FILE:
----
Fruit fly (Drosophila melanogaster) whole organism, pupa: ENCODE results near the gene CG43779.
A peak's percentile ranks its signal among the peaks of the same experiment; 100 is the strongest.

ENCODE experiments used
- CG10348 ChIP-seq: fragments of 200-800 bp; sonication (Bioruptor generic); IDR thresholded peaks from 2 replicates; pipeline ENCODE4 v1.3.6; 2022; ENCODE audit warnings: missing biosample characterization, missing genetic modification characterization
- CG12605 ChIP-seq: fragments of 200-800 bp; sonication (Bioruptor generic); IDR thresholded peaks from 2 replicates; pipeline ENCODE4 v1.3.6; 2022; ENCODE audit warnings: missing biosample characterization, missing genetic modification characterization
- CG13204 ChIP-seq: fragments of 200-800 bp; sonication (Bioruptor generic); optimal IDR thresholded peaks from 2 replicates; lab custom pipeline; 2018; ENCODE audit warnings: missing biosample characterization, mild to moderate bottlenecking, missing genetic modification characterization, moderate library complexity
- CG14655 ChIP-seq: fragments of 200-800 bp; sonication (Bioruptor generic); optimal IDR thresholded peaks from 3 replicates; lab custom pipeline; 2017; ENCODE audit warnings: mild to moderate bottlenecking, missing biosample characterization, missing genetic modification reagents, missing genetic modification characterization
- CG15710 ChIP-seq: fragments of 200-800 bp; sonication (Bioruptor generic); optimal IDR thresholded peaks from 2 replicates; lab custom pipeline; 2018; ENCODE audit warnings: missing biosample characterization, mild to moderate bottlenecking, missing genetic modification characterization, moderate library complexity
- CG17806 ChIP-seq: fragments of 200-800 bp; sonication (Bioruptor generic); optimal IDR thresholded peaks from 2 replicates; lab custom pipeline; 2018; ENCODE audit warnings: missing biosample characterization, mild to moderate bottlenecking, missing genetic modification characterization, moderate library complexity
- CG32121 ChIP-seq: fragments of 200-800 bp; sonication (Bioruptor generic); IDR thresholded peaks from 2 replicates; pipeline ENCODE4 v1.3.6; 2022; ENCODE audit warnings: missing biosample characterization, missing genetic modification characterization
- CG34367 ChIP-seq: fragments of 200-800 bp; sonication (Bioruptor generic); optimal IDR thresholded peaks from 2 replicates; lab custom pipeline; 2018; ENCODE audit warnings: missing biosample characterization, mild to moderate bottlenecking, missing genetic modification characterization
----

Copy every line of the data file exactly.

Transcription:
Fruit fly (Drosophila melanogaster) whole organism, pupa: ENCODE results near the gene CG43779.
A peak's percentile ranks its signal among the peaks of the same experiment; 100 is the strongest.

ENCODE experiments used
- CG10348 ChIP-seq: fragments of 200-800 bp; sonication (Bioruptor generic); IDR thresholded peaks from 2 replicates; pipeline ENCODE4 v1.3.6; 2022; ENCODE audit warnings: missing biosample characterization, missing genetic modification characterization
- CG12605 ChIP-seq: fragments of 200-800 bp; sonication (Bioruptor generic); IDR thresholded peaks from 2 replicates; pipeline ENCODE4 v1.3.6; 2022; ENCODE audit warnings: missing biosample characterization, missing genetic modification characterization
- CG13204 ChIP-seq: fragments of 200-800 bp; sonication (Bioruptor generic); optimal IDR thresholded peaks from 2 replicates; lab custom pipeline; 2018; ENCODE audit warnings: missing biosample characterization, mild to moderate bottlenecking, missing genetic modification characterization, moderate library complexity
- CG14655 ChIP-seq: fragments of 200-800 bp; sonication (Bioruptor generic); optimal IDR thresholded peaks from 3 replicates; lab custom pipeline; 2017; ENCODE audit warnings: mild to moderate bottlenecking, missing biosample characterization, missing genetic modification reagents, missing genetic modification characterization
- CG15710 ChIP-seq: fragments of 200-800 bp; sonication (Bioruptor generic); optimal IDR thresholded peaks from 2 replicates; lab custom pipeline; 2018; ENCODE audit warnings: missing biosample characterization, mild to moderate bottlenecking, missing genetic modification characterization, moderate library complexity
- CG17806 ChIP-seq: fragments of 200-800 bp; sonication (Bioruptor generic); optimal IDR thresholded peaks from 2 replicates; lab custom pipeline; 2018; ENCODE audit warnings: missing biosample characterization, mild to moderate bottlenecking, missing genetic modification characterization, moderate library complexity
- CG32121 ChIP-seq: fragments of 200-800 bp; sonication (Bioruptor generic); IDR thresholded peaks from 2 replicates; pipeline ENCODE4 v1.3.6; 2022; ENCODE audit warnings: missing biosample characterization, missing genetic modification characterization
- CG34367 ChIP-seq: fragments of 200-800 bp; sonication (Bioruptor generic); optimal IDR thresholded peaks from 2 replicates; lab custom pipeline; 2018; ENCODE audit warnings: missing biosample characterization, mild to moderate bottlenecking, missing genetic modification characterization